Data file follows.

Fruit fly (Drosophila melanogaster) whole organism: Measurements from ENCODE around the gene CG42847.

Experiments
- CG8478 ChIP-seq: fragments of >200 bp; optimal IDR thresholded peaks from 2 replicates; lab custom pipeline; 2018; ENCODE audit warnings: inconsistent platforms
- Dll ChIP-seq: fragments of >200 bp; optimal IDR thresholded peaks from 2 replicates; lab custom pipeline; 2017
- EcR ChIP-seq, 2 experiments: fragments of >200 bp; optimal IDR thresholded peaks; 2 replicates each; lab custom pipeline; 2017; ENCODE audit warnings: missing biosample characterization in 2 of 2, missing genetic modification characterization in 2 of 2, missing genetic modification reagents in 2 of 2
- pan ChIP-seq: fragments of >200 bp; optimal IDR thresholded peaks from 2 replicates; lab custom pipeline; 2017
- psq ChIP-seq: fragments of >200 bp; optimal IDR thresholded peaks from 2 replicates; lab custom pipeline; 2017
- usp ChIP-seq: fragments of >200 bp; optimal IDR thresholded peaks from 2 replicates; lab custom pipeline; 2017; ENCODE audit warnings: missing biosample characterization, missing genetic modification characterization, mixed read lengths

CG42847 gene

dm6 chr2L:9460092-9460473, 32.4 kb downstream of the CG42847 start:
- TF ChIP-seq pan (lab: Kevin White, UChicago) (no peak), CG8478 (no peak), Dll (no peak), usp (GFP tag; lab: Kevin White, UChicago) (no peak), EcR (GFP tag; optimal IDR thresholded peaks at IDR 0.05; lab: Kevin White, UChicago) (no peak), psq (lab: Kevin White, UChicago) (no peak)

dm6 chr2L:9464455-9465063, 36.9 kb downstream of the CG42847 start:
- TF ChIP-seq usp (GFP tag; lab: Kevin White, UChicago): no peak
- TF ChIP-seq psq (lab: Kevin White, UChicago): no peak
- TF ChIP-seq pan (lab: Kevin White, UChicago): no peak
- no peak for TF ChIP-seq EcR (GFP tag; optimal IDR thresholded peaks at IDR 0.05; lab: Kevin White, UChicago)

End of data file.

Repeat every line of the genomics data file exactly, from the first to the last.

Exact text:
Fruit fly (Drosophila melanogaster) whole organism: Measurements from ENCODE around the gene CG42847.

Experiments
- CG8478 ChIP-seq: fragments of >200 bp; optimal IDR thresholded peaks from 2 replicates; lab custom pipeline; 2018; ENCODE audit warnings: inconsistent platforms
- Dll ChIP-seq: fragments of >200 bp; optimal IDR thresholded peaks from 2 replicates; lab custom pipeline; 2017
- EcR ChIP-seq, 2 experiments: fragments of >200 bp; optimal IDR thresholded peaks; 2 replicates each; lab custom pipeline; 2017; ENCODE audit warnings: missing biosample characterization in 2 of 2, missing genetic modification characterization in 2 of 2, missing genetic modification reagents in 2 of 2
- pan ChIP-seq: fragments of >200 bp; optimal IDR thresholded peaks from 2 replicates; lab custom pipeline; 2017
- psq ChIP-seq: fragments of >200 bp; optimal IDR thresholded peaks from 2 replicates; lab custom pipeline; 2017
- usp ChIP-seq: fragments of >200 bp; optimal IDR thresholded peaks from 2 replicates; lab custom pipeline; 2017; ENCODE audit warnings: missing biosample characterization, missing genetic modification characterization, mixed read lengths

CG42847 gene

dm6 chr2L:9460092-9460473, 32.4 kb downstream of the CG42847 start:
- TF ChIP-seq pan (lab: Kevin White, UChicago) (no peak), CG8478 (no peak), Dll (no peak), usp (GFP tag; lab: Kevin White, UChicago) (no peak), EcR (GFP tag; optimal IDR thresholded peaks at IDR 0.05; lab: Kevin White, UChicago) (no peak), psq (lab: Kevin White, UChicago) (no peak)

dm6 chr2L:9464455-9465063, 36.9 kb downstream of the CG42847 start:
- TF ChIP-seq usp (GFP tag; lab: Kevin White, UChicago): no peak
- TF ChIP-seq psq (lab: Kevin White, UChicago): no peak
- TF ChIP-seq pan (lab: Kevin White, UChicago): no peak
- no peak for TF ChIP-seq EcR (GFP tag; optimal IDR thresholded peaks at IDR 0.05; lab: Kevin White, UChicago)